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Unique Team from Douglas County Sheriff’s Office Fights Crime..and Wildfires

Unique Team from Douglas County Sheriff’s Office Fights Crime..and Wildfires

(Douglas County, Colorado) The Douglas County Sheriff’s Office (DCSO) is taking a proactive approach to address wildfires, which have been identified as the number one natural hazard in the region. The DCSO Wildland Fire Handcrew (WFH) Special Team is made up of deputies and civilian employees from all divisions of the Sheriff’s Office.

Traditionally assigned roles such as school resource officer, jail deputy, and civil warrants deputy often require a strong sense of teamwork, adaptability, and quick decision-making—qualities that directly translate to effective wildland fire response. The WFH trains twice a month for wildland fire suppression.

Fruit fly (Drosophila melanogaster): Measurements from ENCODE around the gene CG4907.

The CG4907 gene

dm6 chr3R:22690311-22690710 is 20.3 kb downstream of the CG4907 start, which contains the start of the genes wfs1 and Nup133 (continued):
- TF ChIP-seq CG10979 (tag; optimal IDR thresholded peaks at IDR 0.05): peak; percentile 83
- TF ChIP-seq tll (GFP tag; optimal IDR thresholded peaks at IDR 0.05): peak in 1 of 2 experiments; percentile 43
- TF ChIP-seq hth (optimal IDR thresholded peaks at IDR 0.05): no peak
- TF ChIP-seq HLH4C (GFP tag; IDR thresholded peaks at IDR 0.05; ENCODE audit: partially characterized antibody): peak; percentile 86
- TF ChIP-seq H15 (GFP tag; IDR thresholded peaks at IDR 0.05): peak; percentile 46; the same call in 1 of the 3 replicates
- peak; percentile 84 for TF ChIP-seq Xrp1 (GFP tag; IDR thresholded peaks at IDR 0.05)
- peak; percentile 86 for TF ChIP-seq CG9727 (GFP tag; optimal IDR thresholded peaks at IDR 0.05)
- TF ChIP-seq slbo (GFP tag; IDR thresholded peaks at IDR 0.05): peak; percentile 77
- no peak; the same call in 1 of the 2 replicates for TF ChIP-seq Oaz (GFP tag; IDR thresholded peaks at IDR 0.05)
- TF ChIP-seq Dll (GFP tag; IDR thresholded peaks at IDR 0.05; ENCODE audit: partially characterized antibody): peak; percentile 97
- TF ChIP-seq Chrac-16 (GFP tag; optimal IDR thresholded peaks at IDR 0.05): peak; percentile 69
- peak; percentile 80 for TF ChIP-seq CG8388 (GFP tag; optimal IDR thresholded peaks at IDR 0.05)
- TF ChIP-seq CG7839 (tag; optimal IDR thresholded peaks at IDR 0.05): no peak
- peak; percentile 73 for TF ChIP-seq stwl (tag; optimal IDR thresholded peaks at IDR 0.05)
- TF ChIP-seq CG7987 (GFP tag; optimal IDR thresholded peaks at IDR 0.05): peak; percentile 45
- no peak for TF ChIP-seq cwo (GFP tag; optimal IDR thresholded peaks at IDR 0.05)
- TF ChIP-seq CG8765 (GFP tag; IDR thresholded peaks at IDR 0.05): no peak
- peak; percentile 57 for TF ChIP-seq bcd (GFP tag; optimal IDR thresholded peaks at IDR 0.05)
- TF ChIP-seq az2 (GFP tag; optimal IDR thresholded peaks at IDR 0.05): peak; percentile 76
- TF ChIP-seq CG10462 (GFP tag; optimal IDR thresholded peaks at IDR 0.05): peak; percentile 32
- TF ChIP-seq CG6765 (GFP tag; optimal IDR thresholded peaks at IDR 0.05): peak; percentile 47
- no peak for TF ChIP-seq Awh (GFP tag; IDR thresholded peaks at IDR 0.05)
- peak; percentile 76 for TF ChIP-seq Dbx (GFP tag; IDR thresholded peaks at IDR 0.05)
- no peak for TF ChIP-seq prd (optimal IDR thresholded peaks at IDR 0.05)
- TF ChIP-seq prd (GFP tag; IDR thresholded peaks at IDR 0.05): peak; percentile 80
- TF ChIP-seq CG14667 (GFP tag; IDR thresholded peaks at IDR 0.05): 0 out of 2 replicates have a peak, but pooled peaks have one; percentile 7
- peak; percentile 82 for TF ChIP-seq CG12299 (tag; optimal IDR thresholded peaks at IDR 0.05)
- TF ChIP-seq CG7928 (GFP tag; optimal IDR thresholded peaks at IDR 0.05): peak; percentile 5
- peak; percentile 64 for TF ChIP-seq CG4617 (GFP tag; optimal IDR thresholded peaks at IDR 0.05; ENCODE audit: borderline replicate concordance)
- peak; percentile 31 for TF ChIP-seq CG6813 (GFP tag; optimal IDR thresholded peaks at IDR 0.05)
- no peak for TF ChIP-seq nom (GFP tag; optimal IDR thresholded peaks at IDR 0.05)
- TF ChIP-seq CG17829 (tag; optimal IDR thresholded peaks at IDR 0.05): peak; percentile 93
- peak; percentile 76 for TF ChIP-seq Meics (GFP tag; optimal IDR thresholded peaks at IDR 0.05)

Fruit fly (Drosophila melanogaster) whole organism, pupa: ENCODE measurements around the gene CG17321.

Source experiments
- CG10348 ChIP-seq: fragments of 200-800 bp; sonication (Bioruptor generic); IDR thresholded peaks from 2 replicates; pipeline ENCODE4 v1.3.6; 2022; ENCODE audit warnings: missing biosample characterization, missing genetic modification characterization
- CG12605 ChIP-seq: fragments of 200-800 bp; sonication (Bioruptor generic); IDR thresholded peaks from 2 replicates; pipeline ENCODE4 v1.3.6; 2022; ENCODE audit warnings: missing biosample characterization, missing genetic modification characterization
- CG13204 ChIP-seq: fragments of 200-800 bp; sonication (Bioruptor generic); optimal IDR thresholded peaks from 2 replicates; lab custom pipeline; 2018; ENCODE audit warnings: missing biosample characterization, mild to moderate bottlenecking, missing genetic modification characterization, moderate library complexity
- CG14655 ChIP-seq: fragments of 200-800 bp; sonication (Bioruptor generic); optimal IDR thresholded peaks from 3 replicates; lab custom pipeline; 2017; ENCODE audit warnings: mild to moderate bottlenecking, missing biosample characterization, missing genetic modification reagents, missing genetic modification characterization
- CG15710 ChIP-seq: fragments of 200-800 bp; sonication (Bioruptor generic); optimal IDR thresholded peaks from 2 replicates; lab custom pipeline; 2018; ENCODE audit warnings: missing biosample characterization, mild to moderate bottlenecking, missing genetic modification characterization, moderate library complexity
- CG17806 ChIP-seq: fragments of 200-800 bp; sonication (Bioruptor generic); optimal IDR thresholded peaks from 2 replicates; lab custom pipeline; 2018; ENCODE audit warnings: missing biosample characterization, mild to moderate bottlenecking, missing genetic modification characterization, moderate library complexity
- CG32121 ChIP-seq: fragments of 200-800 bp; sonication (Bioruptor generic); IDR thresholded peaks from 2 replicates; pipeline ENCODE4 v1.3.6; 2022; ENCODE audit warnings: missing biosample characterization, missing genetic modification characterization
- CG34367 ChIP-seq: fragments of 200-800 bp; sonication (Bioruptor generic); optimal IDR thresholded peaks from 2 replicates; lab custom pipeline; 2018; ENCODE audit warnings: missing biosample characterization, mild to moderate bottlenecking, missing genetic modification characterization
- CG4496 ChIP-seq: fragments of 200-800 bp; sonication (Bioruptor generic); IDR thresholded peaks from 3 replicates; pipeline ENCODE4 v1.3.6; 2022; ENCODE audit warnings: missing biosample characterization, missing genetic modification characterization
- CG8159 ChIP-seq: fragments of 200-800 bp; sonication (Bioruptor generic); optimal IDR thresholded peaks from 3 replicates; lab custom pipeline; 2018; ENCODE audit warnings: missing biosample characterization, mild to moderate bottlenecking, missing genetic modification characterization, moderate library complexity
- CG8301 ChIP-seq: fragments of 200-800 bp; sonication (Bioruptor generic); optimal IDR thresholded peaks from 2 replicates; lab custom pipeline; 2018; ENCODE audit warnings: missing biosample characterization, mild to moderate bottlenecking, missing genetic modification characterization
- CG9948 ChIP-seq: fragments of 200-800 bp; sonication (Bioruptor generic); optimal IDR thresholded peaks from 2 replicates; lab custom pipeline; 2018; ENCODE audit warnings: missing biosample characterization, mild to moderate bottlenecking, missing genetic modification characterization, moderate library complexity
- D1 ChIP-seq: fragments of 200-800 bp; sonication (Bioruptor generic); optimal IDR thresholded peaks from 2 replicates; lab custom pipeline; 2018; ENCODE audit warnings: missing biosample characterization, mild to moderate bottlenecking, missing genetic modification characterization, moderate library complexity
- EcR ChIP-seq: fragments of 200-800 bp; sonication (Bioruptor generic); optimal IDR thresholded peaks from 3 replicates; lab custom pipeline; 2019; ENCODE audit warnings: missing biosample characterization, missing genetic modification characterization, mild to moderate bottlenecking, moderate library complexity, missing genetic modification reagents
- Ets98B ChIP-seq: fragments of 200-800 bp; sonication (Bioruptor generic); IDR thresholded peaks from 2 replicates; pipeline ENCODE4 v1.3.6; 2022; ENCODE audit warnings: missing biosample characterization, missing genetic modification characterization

The Wildland Fire Handcrew, under the direction of the Office of Emergency Management’s Emergency Service Unit, excels in tackling remote wildland fires that conventional fire engines find challenging to reach. These dedicated professionals traverse rugged terrains to reach the heart of wildfires, armed with chainsaws, hand-tools, and water backpacks, all of which enable them to effectively combat the flames. The WFH’s primary objective is to bolster the response time for initial attack wildfires, which are often characterized by their rapid and intense spread.

Sheriff Darren Weekly, in describing the team, said, “The Wildland Fire Handcrew exemplifies our commitment to innovation and the safety of our community. By combining the expertise of deputies with wide-ranging backgrounds, we are enhancing our preparedness for wildland fire incidents while reinforcing our dedication to the people we serve.”

Josh Lewis, one of the managers of the Emergency Service Unit that oversees the Wildland Fire Handcrew, said, “This is a unique thing we have going on here. We are under emergency management, but our primary focus in ESU is wildland fire suppression. I’m not aware of any other sheriff’s office that actually does this, where they have deputies that are crossed-trained in wildland fire suppression. It’s really a cool thing that we’ve done here in the county.”